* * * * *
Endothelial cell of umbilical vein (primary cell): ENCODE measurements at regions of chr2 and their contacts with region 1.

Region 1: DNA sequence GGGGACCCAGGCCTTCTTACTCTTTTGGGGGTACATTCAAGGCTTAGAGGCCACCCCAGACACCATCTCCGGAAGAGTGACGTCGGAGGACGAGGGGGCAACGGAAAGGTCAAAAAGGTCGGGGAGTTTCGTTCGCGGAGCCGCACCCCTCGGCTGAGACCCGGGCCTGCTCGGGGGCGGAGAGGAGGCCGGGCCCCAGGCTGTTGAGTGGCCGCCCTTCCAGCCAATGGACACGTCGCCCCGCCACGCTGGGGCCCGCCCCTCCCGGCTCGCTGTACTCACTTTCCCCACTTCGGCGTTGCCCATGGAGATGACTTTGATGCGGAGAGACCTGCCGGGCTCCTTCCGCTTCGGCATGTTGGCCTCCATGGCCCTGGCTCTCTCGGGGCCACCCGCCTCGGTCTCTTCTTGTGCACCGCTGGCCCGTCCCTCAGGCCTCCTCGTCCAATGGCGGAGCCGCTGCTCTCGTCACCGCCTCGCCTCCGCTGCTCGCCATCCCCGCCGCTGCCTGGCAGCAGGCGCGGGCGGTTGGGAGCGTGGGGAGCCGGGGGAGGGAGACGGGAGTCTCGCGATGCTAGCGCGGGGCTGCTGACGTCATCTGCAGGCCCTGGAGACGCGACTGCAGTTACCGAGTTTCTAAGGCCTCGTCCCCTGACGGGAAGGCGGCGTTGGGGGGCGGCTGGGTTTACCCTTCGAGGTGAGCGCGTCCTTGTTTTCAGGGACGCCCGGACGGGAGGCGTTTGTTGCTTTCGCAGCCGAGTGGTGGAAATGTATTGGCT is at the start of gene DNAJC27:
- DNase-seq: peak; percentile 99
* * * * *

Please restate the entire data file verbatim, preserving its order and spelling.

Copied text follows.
Endothelial cell of umbilical vein (primary cell): ENCODE measurements at regions of chr2 and their contacts with region 1.

Region 1: DNA sequence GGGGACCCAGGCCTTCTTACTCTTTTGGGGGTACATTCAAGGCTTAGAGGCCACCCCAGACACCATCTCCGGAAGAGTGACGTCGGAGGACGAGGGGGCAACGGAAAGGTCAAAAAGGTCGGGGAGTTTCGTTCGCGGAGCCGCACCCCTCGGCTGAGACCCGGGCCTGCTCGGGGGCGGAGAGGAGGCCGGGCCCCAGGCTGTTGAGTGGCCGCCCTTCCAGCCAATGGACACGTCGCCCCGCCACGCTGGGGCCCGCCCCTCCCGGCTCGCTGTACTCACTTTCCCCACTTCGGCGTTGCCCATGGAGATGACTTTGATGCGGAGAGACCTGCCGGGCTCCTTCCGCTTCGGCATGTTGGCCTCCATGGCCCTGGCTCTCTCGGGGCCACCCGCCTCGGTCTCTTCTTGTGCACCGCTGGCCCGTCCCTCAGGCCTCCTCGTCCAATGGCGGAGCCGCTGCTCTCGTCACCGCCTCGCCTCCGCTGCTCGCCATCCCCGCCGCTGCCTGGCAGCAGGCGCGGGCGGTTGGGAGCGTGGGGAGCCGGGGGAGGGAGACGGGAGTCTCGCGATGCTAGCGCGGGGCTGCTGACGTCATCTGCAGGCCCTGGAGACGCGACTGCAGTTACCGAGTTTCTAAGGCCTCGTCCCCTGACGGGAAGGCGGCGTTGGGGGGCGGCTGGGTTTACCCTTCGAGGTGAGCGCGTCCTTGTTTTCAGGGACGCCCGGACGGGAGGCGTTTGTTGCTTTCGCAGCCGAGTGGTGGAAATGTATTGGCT is at the start of gene DNAJC27:
- DNase-seq: peak; percentile 99